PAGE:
The source preamble should contain the following code.
{\small\begin{verbatim}
\makeatletter
\NewDocumentCommand\Tbox{D(){0,0} O{cc} m O{0pt} D<>{Z}}{\bgroup
\edef\TBoxCode{#5}\dimen0=#4\relax %
\edef\tempE{\fpeval{round(#4/\unitlength,3)}}%
\put(#1){%
\ifdim\dimen0=\z@
\Zbox(0,0)[#2]{#3}[\z@]%
\else
\if\TBoxCode V\relax
\let\tempC=b\relax
\if\tempC #2\edef\tempD{0,-\tempE}\else\edef\tempD{0,\tempE}\fi
\segment(0,0)(\tempD)\Zbox(0,0)[#2]{#3}[\z@]%
\else
\if\TBoxCode H\relax
\let\tempC=l\relax%
\if\tempC #2\edef\tempD{-\tempE,0}\else\edef\tempD{\tempE,0}\fi
\segment(0,0)(\tempD)\Zbox(0,0)[#2]{#3}[\z@]%
\else
\typeout{The specified code\space #5\space is invalid!}%
\typeout{\string\Tbox\space command ignored}%
\fi
\fi
\fi
}\egroup\ignorespaces}%
\end{verbatim}
}
If the code is contained in a personal |.sty| file the |\makeatletter| should be omitted.
As it can be seen, the fifth argument code is preset to to |Z| so that if users forget to specify it, error messages pop op and can be seen in both the console window and in the log file, but no tick and label are typeset. This kind of commands to label in one way or another may be very useful depending on the users' kind of drawings. Figure~\ref{fig:labeled diagram} contains also the iterations to label the axes and are done with the
|\fpdowhile| macro; it can be seen that the actual coordinate of each tick is transformed into the actual label that si put in its position by the
|\Zbox| command' of course the diagram scale and the actual label are related to one another but do not have the same value.
\begin{figure}
{\small\begin{verbatim}
\centering\unitlength=0.007\linewidth
\begin{picture}(100,70)(-50,-10)%
\AutoGrid
\thicklines
\VECTOR(-50,0)(50,0)\Zbox(50,0)[br]{x}[0pt]%
\VECTOR(0,0)(0,60)\Zbox(0,60)[tl]{y}[0pt]%
%
{\def\Coord{-40}%
\fpdowhile{\Coord<=40}{\edef\X{\fpeval{round(\Coord/20,1)}}%
\Tbox(\Coord,0)[t]{\X}[1.5mm]
```\edef\Coord{\fpeval{\Coord+10}}}%
%
\def\Coord{10}%
\fpdowhile{\Coord<=50}{\edef\Y{\fpeval{round(\Coord/20,1)}}%
\Tbox(0,\Coord)[r]{\Y}[1.5mm]\edef\Coord{\fpeval{\Coord+10}}}%
}%
%
{\color{blue}\linethickness{1.5pt}%
\Curve(-40,0)<1,0>(0,20)<45:1>% Parabola: y=0.25(x_2)^2
\Curve(0,20)<1,0>(20,0)<0,-1>% Quarter circle: x^2+y^2=1
\Curve(20,0)<0,1>(40,34.64)<49:1>}% Hyperbola:x^2-y^=1
\thinlines
\Dashline(0,0)(45,45){2}% asymptote
\end{picture}
\end{verbatim}
}
\bigskip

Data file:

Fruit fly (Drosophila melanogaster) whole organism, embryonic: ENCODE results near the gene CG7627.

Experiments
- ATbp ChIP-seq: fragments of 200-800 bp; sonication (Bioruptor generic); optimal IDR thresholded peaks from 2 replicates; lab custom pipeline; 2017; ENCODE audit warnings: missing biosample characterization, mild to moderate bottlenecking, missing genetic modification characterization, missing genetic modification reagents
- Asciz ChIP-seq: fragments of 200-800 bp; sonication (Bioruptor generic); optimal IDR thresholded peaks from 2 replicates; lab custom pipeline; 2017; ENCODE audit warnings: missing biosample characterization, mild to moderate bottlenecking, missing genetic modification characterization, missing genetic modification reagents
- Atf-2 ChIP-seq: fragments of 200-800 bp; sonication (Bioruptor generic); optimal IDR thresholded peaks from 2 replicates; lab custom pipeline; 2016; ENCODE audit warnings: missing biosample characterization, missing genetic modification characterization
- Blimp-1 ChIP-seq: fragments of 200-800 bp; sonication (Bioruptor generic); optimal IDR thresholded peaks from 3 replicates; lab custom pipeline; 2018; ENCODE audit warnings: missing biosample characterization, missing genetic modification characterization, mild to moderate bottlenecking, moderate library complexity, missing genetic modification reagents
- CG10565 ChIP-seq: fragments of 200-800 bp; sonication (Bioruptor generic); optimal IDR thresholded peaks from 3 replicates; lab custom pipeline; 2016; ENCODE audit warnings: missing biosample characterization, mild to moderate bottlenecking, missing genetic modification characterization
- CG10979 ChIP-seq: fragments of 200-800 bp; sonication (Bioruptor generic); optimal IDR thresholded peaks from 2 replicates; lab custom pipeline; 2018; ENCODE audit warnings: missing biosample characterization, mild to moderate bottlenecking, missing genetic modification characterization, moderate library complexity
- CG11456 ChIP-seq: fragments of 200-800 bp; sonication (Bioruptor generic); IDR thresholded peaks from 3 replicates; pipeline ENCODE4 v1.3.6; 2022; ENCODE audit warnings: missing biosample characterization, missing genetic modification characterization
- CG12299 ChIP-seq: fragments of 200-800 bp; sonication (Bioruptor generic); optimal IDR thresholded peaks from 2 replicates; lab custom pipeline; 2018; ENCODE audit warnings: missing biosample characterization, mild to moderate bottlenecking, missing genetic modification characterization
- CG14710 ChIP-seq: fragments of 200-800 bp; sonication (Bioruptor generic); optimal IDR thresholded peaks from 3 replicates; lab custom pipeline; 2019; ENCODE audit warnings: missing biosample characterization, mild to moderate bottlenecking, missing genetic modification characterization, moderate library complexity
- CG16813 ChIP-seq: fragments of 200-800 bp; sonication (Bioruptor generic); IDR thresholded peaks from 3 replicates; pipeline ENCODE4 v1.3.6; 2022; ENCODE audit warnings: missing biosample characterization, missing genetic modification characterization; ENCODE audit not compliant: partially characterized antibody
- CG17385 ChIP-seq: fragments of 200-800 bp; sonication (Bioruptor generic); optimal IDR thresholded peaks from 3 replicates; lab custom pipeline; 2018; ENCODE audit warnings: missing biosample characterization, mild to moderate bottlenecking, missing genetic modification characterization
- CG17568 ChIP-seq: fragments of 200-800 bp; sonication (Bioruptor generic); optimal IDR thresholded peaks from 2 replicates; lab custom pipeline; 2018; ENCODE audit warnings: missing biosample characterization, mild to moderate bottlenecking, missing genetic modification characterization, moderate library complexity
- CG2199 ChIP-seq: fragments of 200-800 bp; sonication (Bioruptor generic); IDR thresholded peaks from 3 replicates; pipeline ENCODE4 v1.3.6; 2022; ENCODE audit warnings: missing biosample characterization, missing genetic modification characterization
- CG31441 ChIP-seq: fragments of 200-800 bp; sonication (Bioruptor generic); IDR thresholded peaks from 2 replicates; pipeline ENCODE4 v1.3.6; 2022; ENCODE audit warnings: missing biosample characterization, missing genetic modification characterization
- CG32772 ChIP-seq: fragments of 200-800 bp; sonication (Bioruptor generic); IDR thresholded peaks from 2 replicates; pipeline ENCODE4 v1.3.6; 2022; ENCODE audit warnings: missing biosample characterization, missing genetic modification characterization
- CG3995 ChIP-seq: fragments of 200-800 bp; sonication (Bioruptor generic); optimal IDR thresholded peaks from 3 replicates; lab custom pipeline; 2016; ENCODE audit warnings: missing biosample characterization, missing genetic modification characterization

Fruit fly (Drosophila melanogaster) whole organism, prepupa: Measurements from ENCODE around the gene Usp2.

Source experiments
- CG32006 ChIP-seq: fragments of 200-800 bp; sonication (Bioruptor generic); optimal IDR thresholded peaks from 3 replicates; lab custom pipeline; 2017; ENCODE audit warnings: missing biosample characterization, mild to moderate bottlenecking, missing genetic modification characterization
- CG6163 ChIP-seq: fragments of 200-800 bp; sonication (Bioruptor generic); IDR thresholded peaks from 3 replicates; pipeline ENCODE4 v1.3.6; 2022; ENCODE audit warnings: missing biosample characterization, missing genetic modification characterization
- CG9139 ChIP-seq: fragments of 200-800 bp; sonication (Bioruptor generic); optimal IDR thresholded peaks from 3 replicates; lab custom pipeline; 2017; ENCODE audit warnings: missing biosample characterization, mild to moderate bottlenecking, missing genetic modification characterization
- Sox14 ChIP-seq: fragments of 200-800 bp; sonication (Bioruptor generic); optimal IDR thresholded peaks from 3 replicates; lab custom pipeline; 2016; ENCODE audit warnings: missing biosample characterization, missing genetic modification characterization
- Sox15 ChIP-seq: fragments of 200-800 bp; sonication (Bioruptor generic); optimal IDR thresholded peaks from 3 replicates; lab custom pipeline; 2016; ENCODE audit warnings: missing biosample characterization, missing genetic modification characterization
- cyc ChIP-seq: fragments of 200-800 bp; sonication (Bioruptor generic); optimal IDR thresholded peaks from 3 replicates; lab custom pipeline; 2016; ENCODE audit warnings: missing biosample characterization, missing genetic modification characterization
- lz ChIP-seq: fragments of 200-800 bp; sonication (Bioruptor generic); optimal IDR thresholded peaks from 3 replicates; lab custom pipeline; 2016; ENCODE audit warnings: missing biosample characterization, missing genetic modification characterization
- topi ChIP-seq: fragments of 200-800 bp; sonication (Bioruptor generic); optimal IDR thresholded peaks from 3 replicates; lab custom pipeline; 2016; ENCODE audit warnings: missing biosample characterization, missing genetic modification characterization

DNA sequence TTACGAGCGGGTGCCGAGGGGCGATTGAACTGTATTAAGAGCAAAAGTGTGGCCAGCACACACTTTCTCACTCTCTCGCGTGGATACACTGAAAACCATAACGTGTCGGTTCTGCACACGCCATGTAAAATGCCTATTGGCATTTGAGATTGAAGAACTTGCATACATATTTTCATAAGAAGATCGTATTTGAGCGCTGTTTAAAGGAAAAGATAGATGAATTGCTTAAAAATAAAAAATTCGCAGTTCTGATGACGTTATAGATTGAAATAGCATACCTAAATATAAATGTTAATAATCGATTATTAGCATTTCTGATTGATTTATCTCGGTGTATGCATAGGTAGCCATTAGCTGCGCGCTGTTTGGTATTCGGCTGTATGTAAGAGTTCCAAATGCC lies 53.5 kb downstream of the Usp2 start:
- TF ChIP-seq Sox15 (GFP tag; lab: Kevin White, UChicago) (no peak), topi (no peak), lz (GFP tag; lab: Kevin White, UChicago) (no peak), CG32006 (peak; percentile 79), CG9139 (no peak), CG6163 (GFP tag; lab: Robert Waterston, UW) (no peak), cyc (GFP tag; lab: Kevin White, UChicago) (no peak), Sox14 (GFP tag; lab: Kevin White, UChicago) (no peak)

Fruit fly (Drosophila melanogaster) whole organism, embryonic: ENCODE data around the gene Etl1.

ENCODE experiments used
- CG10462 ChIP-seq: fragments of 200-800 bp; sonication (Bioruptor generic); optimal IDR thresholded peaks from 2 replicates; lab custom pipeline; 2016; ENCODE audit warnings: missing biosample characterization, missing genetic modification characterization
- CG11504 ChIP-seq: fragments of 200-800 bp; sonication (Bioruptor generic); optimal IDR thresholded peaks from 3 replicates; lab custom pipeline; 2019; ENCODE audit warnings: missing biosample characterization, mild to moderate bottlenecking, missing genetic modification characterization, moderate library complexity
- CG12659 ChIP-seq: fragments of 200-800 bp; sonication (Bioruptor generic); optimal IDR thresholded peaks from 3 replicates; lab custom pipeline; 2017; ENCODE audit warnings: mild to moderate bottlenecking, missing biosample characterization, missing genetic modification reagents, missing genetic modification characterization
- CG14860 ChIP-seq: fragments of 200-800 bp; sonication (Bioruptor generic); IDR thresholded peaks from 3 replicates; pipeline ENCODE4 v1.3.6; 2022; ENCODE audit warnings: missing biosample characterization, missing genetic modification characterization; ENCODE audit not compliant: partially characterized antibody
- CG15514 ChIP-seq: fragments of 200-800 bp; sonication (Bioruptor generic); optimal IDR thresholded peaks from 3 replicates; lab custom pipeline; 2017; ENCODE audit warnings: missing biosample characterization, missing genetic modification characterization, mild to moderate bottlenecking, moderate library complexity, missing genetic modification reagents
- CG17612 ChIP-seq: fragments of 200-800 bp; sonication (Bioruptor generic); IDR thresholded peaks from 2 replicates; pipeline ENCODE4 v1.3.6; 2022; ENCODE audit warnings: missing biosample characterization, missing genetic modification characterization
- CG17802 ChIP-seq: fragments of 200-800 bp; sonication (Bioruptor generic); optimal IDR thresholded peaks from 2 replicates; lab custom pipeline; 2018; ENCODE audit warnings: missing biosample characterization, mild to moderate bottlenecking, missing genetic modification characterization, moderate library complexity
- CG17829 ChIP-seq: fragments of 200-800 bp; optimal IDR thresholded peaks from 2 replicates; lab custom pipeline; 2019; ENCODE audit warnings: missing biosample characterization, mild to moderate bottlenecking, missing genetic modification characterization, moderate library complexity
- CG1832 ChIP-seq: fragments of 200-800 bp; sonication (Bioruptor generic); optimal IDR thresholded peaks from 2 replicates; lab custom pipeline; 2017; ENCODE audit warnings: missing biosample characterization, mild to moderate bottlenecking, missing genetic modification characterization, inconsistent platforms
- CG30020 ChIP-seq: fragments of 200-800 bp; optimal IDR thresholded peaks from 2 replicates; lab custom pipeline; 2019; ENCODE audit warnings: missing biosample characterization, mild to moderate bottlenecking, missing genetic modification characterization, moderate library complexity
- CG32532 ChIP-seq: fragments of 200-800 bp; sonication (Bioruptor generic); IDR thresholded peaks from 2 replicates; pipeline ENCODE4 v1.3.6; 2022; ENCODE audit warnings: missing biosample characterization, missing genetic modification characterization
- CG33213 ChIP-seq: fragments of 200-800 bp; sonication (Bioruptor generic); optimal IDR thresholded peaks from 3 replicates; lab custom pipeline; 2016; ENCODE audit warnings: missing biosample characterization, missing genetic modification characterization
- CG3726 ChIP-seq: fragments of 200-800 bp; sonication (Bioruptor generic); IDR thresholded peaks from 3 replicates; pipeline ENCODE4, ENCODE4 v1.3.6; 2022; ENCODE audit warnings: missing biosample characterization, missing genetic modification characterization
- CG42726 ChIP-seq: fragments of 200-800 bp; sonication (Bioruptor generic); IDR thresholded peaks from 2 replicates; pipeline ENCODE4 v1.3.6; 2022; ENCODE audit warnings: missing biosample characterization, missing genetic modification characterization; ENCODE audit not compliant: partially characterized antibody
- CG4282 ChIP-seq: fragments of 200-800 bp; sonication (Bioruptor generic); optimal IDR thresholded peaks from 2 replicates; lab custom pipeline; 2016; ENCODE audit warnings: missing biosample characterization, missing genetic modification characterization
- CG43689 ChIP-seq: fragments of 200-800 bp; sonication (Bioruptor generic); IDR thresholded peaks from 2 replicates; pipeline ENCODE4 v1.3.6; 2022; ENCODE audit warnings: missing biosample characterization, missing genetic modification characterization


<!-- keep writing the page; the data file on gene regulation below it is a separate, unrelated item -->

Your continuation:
\centering\unitlength=0.007\linewidth
\begin{picture}(100,70)(-50,-10)%
\AutoGrid
\thicklines
\VECTOR(-50,0)(50,0)\Zbox(50,0)[br]{x}[0pt]%
\VECTOR(0,0)(0,60)\Zbox(0,60)[tl]{y}[0pt]%
%
{\def\Coord{-40}%
\fpdowhile{\Coord<=40}{\edef\X{\fpeval{round(\Coord/20,1)}}%
\Tbox(\Coord,0)[t]{\X}[1ex]\edef\Coord{\fpeval{\Coord+10}}}%
%
\def\Coord{10}%
\fpdowhile{\Coord<=50}{\edef\Y{\fpeval{round(\Coord/20,1)}}%
\Tbox(0,\Coord)[r]{\Y}[1ex]\edef\Coord{\fpeval{\Coord+10}}}%
}%
{\color{blue}\linethickness{1.5pt}%
\Curve(-40,0)<1,0>(0,20)<45:1>% Parabola: y=0.25(x_2)^2
\Curve(0,20)<1,0>(20,0)<0,-1>% Quarter circle: x^2+y^2=1
\Curve(20,0)<0,1>(40,34.64)<49:1>}% Hyperbola:x^2-y^2=1
\thinlines
\Dashline(0,0)(45,45){2}% asymptote
\end{picture}
\caption{The code to draw a diagram with labeled axes}\label{fig:labeled diagram}
\end{figure}
%
\end{enumerate}
%%%%%%%%%%%%%%%%%%%%%%%%%%%%%%%%
\section{Remarks}
%%%%%%%%%%%%%%%%%%%%%%%%%%%%%%%%
In spite of the relative simplicity of the macros contained in this
package, the described macros, as well as the original ones included in
the \pack{pict2e} package, allow to produce fine drawings that were
unconceivable with the original \LaTeX\ picture environment. Leslie
Lamport himself announced an extension to his environment when \LaTeXe\
was first released in 1994; in the |ltnews| news-letter of December
2003, the first implementation of Lamport's extension was announced;
the first version of this package \pack{curve2e} was issued in 2006.
It was time to have a better drawing environment; this package
is a simple attempt to follow the initial path while further extending
the drawing facilities.
There are other packages in the \textsc{ctan} archives that deal with
tracing curves of various kinds. \pack{PSTricks} and \pack{pgf/tikz} are
the most powerful ones. And they are becoming the standard for computer
drawing. Their documentation is huge and the multitude of extra modules
to perform special tasks is countless. Therefore they are difficult to
use; when the user gets used to their particular syntax and got
sufficient familiarity with several modules, s/he can use these bundles
very comfortably.
This difficulty in becoming a TikZ or PS expert is why I think a simpler
drawing machinery should be appreciated. I admit it: I like the
\env{picture} environment; and I like to deal with simple codes so as to
create my own macros.
But there is also \pack{curves} that is intended to draw almost
anything by using little dots or other symbols partially superimposed
to one another. It uses only quadratic Bézier curves and the curve
tracing is eased by specifying only the curve nodes, without specifying
the control nodes; with a suitable package option, it is